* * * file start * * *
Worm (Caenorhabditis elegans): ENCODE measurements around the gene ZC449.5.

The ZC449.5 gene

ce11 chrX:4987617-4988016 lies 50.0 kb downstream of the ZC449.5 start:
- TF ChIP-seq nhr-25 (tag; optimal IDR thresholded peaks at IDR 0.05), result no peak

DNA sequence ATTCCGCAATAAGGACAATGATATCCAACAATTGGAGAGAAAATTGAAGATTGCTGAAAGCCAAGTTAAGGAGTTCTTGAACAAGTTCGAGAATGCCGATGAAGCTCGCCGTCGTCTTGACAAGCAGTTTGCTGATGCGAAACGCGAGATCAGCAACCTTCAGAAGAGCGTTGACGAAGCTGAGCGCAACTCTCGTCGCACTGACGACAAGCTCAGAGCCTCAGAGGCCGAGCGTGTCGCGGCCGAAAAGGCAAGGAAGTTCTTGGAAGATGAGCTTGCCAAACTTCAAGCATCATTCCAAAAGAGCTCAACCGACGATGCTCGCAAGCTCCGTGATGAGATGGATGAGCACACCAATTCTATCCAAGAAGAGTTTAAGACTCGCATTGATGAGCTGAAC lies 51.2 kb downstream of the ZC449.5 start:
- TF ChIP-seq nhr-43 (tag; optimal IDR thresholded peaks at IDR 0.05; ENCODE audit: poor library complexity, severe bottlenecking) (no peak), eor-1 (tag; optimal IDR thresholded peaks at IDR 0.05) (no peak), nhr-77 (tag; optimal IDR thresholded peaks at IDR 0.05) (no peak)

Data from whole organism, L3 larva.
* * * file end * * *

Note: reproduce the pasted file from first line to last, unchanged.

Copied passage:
Worm (Caenorhabditis elegans): ENCODE measurements around the gene ZC449.5.

The ZC449.5 gene

ce11 chrX:4987617-4988016 lies 50.0 kb downstream of the ZC449.5 start:
- TF ChIP-seq nhr-25 (tag; optimal IDR thresholded peaks at IDR 0.05), result no peak

DNA sequence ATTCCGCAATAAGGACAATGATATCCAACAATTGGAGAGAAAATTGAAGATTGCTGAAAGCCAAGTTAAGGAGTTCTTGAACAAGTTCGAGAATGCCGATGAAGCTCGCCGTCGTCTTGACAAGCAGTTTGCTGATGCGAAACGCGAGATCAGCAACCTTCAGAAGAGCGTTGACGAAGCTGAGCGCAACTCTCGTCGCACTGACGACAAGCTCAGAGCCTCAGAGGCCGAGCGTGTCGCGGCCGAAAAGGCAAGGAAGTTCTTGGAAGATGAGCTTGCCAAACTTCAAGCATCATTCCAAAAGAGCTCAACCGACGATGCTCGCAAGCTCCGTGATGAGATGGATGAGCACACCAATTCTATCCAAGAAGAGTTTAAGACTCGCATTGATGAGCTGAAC lies 51.2 kb downstream of the ZC449.5 start:
- TF ChIP-seq nhr-43 (tag; optimal IDR thresholded peaks at IDR 0.05; ENCODE audit: poor library complexity, severe bottlenecking) (no peak), eor-1 (tag; optimal IDR thresholded peaks at IDR 0.05) (no peak), nhr-77 (tag; optimal IDR thresholded peaks at IDR 0.05) (no peak)

Data from whole organism, L3 larva.